Drug for type 2 diabetes provides significant benefits to type 1 diabetic patients

September 14, 2017, University at Buffalo
Credit: CC0 Public Domain

A majority of patients with Type 1 diabetes who were treated with dapagliflozin, a Type 2 diabetes medicine, had a significant decline in their blood sugar levels, according to a new study published in The Lancet Diabetes and Endocrinology. The results are being presented today by the University at Buffalo researcher who led the study at the annual meeting of the European Association for the Study of Diabetes in Lisbon.

Called DEPICT-1, which stands for Dapagliflozin in Patients with Inadequately Controlled Type 1 , the 24-week study was the first global multicenter investigation of dapagliflozin to test its efficacy and safety in Type 1 diabetes. The double-blind, randomized, three-arm, phase 3 multicenter study was conducted at 143 sites in 17 countries, including the U.S. It was funded by AstraZeneca and Bristol-Myers Squibb, the companies that partnered to develop dapagliflozin.

Participants were 833 aged 18-75 who had inadequately controlled blood sugars with a mean baseline hemoglobin A1C (HbA1c)—a measure of sugar in the blood—level of 8.53. A1C levels for Type 1 diabetics are considered optimal when they are under seven.

Adjunct to insulin

The results demonstrate that when this drug, a sodium glucose cotransporter-2 inhibitor (SGLT-2) was administered as an adjunct therapy in addition to the insulin that patients with Type 1 diabetes need to survive, it significantly improved outcomes.

"Our paper provides the initial signal that dapagliflozin is safe and effective in patients with Type 1 diabetes and is a promising adjunct treatment to insulin to improve glycemic control," said senior author Paresh Dandona, MD, PhD, SUNY Distinguished Professor and chief of endocrinology, diabetes and metabolism in the Department of Medicine in the Jacobs School of Medicine and Biomedical Sciences at the University at Buffalo.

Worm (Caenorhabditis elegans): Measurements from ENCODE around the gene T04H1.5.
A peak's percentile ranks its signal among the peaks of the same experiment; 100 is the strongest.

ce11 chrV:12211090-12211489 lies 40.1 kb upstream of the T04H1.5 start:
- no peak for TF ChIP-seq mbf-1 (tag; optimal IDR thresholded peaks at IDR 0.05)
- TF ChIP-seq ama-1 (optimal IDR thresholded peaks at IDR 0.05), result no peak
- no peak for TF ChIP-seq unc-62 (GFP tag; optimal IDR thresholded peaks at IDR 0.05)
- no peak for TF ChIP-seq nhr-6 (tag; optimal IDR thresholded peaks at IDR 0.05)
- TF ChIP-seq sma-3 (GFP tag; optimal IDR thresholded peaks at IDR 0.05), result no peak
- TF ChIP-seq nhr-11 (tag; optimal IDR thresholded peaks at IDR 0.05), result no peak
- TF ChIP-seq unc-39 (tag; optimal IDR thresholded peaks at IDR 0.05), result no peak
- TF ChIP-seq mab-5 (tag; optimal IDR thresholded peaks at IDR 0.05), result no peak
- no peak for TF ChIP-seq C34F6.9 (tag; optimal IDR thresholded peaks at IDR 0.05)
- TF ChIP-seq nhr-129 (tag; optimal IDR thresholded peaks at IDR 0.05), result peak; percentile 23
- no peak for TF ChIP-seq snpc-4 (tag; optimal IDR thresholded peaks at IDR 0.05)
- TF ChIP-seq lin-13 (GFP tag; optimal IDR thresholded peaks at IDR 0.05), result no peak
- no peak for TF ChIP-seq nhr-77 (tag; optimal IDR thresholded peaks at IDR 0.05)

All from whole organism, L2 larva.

"The 24-week results from DEPICT-1 are important as they represent the first Phase 3 trial in Type 1 diabetes of the newer, selective SGLT-2 class of diabetes medicines as an oral adjunct to insulin," he said.

In the study, approximately half of the patients taking dapagliflozin reduced their A1C levels by more than 0.5 percent without experiencing severe drops in (hypoglycemia). Dandona explained that any fall in HbA1c of around .5 percent is considered significant and can lead to licensing of a drug as an antidiabetic agent. He noted, however, that the findings will need further confirmation before the drug can be licensed by the FDA for use in Type 1 diabetes.

Better control in Type 1 diabetes

"Treating the millions of patients living with Type 1 diabetes while also managing the complications associated with the disease remains a daunting challenge," said Dandona, who sees patients through UBMD Internal Medicine at the Diabetes and Endocrinology Center of Western New York, which is where the five Buffalo patients in the study were treated.